Working remotely isn't just good for your company—a fact touched on by my colleague in these pages a couple of days ago—it's also good for the planet.
According to an Earth Day-timed press release from FlexJobs, telecommuting policies at just three companies—Xerox, Dell and Aetna—"cumulatively saved 95.294 metric tons of greenhouse gas emissions last year—equivalent to taking 20,000 passenger vehicles off the road."
The breakdown on those numbers is staggering: according to the release, Xerox's 8,000+ remote workers alone saved around 92 million miles of driving, and 4.6 million gallons of gas. And Aetna's performance was similarly impressive: with 43 percent of its employees engaging in some form of remote work arrangement (whether part-time, full-time, or as-needed), the health insurance giant reduced its carbon dioxide output by some 46,700 metric tons—the same amount generated by more than 2,500 average Americans in the course of a year.
The policies had financial benefits too: Dell calculated that savings from its flexible work programs amounted to around $12 million.
Where the data starts to seem truly impressive/frightening, however, is in the aggregate. According to research cited in the release, "if employees who held telework-compatible jobs (50% of the workforce) and wanted to work at home (79% of the workforce) did so just half of the time, consumers would save $20 billion at the pumps."
Not only that, but the US as a whole would:
- "Reduce greenhouse gases by 54 million tons—the equivalent of taking almost 10 million cars off the road for a year."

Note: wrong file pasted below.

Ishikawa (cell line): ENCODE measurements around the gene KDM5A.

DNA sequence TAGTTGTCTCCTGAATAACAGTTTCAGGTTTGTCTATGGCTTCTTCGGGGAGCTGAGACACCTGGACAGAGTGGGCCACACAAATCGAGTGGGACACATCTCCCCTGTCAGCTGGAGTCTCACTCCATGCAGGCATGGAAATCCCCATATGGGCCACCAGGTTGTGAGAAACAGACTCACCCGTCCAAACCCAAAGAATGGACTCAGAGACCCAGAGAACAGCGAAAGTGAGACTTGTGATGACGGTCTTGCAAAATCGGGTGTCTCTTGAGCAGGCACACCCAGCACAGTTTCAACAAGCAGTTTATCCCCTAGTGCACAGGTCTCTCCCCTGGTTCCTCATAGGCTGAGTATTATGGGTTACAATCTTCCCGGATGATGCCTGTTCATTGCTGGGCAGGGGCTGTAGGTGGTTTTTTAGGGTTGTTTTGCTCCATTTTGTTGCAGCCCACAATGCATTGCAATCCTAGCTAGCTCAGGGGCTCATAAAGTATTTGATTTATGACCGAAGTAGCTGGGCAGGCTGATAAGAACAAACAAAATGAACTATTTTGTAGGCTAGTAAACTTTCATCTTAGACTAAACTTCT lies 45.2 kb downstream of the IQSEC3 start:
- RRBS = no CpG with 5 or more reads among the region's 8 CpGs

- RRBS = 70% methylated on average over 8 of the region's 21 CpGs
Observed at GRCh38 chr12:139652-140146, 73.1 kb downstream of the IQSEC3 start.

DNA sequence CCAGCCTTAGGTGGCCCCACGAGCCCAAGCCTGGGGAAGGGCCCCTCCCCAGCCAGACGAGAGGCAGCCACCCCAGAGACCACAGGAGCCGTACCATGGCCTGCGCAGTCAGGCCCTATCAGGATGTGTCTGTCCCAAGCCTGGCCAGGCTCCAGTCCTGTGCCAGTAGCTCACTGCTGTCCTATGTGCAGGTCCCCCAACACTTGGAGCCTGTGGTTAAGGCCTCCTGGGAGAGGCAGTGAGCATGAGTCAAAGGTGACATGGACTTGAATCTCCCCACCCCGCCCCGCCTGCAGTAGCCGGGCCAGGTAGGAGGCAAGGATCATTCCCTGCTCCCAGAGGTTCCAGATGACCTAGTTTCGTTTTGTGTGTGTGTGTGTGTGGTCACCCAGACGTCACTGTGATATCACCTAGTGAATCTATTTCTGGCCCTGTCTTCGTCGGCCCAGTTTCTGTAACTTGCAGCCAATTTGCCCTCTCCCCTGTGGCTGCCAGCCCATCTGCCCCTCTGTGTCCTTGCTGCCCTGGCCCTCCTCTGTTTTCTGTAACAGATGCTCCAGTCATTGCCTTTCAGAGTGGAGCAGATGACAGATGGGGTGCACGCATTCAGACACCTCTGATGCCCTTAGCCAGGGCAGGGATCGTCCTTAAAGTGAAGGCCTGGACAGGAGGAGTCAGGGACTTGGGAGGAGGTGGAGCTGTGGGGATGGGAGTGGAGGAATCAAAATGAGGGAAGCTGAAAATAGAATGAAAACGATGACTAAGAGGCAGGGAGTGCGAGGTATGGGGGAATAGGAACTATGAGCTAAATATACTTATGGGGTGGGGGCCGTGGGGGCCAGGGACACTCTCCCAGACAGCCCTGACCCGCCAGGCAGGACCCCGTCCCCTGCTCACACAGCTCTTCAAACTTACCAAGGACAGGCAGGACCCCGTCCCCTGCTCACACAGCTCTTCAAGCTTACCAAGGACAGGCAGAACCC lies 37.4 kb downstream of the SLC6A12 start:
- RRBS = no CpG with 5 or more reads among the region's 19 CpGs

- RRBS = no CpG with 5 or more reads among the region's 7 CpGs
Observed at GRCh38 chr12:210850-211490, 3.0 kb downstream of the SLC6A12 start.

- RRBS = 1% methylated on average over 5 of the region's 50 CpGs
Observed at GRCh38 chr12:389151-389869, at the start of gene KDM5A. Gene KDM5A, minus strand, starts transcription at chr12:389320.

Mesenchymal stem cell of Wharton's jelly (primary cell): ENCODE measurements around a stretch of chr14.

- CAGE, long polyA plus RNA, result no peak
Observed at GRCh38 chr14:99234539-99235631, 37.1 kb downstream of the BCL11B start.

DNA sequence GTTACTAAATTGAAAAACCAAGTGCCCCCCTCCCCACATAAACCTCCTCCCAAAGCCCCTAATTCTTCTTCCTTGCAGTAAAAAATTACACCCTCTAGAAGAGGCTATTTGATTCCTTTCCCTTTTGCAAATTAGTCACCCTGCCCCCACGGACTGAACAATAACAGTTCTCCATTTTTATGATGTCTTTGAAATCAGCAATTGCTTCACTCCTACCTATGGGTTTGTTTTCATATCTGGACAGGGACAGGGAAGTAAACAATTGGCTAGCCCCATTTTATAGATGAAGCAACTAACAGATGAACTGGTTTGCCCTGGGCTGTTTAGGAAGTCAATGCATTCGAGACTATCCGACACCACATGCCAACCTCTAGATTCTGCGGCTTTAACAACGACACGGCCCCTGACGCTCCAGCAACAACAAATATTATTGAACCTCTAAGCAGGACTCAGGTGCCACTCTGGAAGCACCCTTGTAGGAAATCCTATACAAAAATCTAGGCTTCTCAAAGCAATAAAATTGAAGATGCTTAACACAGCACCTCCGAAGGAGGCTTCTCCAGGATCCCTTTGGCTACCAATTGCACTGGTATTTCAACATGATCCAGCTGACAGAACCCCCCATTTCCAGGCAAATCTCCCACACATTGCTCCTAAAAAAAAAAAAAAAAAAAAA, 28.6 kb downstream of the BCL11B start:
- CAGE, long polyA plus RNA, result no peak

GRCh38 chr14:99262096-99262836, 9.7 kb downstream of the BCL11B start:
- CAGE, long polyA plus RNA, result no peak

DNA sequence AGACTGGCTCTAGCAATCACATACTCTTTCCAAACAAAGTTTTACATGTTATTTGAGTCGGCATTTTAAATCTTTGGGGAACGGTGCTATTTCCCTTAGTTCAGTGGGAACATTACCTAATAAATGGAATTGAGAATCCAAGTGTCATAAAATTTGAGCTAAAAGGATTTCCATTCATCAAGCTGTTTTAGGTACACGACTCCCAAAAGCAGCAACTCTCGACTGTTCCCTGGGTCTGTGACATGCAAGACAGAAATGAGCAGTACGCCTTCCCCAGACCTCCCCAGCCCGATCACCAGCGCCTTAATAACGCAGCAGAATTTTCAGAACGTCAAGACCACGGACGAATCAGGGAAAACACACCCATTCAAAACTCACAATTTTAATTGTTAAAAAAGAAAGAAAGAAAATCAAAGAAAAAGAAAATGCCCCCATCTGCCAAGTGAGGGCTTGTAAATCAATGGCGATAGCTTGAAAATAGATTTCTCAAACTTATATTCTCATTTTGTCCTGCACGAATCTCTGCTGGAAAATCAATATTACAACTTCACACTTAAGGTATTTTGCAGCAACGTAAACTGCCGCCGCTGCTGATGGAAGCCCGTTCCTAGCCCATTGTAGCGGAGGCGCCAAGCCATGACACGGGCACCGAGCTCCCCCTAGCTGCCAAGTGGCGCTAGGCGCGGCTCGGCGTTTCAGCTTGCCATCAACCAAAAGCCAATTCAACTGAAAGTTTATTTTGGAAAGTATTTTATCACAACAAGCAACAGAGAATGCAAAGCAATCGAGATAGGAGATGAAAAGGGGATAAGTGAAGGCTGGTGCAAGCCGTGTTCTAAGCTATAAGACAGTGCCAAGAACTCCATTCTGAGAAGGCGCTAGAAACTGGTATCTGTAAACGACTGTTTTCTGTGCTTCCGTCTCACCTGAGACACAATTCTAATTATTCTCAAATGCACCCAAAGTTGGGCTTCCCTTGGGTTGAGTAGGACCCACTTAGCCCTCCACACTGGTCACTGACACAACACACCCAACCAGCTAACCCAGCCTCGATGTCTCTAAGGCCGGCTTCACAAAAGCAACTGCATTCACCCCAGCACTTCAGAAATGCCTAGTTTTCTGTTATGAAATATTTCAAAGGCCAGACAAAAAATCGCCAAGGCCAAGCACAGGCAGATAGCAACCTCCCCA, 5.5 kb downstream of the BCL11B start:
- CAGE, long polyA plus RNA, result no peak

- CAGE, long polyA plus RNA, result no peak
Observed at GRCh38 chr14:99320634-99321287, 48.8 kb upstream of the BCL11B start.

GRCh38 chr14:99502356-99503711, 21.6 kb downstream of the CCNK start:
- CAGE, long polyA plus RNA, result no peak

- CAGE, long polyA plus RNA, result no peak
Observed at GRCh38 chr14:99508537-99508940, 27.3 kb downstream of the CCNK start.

- "Save over 640 million barrels of oil valued at over $64 billion."
- "Reduce wear and tear on highways by over 119 billion miles a year."
Still want more reasons? OK: apparently not working in an office means that your company could reduce the amount of office space it needs—a savings on the obvious stuff, like rent, but also, according to the release, on "energy use associated with heating, cooling and electrifying these unneeded spaces." (Although it doesn't note how much of those savings—or indeed the financial costs—would simply be transferred to the employees' homes, and therefore the employees, rather than being eliminated outright).
Finally, people seem to have different habits when they work from home, which can have positive environmental effects, too: telecommuters use less paper—likely because they're apt to consider the cost of the ink cartridge before mindlessly hitting "print" on that 94-page annual report they're only actually going to read the executive summary of—and also do more teleconferencing and online learning in lieu of traveling for meetings and training. Result: less time in airports, fewer carbon emissions.
So there you have it: if your previous exhortations to your boss about productivity and stress levels haven't worked, there's a new tactic you could try. Repeat after me: "Letting me work from home means you will literally be saving the planet." Throw in a superhero-themed t-shirt, and how could anyone say no?
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